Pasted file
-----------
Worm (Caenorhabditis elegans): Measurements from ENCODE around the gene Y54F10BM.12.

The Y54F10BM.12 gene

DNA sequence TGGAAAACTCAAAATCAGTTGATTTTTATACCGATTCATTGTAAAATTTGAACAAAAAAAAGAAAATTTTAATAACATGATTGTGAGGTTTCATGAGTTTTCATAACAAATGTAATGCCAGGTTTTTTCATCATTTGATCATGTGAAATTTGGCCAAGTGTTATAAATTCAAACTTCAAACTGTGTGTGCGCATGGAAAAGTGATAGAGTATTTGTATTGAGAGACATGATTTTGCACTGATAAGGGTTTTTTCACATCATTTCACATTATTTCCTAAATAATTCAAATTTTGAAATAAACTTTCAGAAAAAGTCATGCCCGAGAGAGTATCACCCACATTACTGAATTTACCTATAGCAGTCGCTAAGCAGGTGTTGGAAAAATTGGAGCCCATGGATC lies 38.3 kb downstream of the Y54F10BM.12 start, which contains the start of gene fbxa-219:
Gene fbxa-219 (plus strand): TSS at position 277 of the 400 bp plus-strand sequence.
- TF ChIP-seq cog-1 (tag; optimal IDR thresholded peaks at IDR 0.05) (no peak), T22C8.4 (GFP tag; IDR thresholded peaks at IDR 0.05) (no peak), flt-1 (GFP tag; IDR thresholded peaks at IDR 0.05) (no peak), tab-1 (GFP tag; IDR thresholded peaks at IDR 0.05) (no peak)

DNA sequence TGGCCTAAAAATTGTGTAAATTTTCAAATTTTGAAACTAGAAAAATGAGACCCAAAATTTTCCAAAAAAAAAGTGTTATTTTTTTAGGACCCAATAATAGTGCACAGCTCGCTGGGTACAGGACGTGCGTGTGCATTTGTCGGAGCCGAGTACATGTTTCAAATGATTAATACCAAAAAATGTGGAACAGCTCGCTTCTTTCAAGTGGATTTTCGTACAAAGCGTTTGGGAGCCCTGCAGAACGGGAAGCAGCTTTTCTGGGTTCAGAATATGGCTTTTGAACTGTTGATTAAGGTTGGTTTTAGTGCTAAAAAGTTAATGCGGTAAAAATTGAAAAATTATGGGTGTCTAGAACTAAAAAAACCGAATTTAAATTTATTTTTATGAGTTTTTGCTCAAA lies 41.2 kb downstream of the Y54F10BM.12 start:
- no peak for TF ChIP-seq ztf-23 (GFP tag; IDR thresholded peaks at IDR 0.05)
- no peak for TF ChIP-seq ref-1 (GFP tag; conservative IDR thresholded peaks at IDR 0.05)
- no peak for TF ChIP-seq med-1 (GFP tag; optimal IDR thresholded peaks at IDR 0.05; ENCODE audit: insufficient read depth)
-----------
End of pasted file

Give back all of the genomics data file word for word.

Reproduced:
Worm (Caenorhabditis elegans): Measurements from ENCODE around the gene Y54F10BM.12.

The Y54F10BM.12 gene

DNA sequence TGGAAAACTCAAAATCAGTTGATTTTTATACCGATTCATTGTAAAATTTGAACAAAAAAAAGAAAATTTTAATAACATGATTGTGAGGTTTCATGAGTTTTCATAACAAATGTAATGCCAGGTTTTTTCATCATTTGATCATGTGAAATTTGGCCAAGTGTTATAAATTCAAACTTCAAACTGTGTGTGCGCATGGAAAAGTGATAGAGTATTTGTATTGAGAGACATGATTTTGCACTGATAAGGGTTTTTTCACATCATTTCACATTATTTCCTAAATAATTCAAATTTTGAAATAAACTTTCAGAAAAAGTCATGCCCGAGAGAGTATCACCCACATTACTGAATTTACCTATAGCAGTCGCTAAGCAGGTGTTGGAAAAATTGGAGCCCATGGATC lies 38.3 kb downstream of the Y54F10BM.12 start, which contains the start of gene fbxa-219:
Gene fbxa-219 (plus strand): TSS at position 277 of the 400 bp plus-strand sequence.
- TF ChIP-seq cog-1 (tag; optimal IDR thresholded peaks at IDR 0.05) (no peak), T22C8.4 (GFP tag; IDR thresholded peaks at IDR 0.05) (no peak), flt-1 (GFP tag; IDR thresholded peaks at IDR 0.05) (no peak), tab-1 (GFP tag; IDR thresholded peaks at IDR 0.05) (no peak)

DNA sequence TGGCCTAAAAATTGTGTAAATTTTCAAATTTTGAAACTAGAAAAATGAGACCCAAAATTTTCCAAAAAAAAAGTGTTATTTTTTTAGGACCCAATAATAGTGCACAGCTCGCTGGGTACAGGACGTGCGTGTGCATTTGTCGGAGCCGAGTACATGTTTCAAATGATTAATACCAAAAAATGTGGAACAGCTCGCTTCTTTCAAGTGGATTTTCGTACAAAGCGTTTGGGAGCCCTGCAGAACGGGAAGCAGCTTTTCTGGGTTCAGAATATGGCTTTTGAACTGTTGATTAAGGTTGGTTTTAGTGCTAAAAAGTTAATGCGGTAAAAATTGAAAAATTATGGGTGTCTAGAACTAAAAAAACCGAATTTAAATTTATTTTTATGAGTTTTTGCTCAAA lies 41.2 kb downstream of the Y54F10BM.12 start:
- no peak for TF ChIP-seq ztf-23 (GFP tag; IDR thresholded peaks at IDR 0.05)
- no peak for TF ChIP-seq ref-1 (GFP tag; conservative IDR thresholded peaks at IDR 0.05)
- no peak for TF ChIP-seq med-1 (GFP tag; optimal IDR thresholded peaks at IDR 0.05; ENCODE audit: insufficient read depth)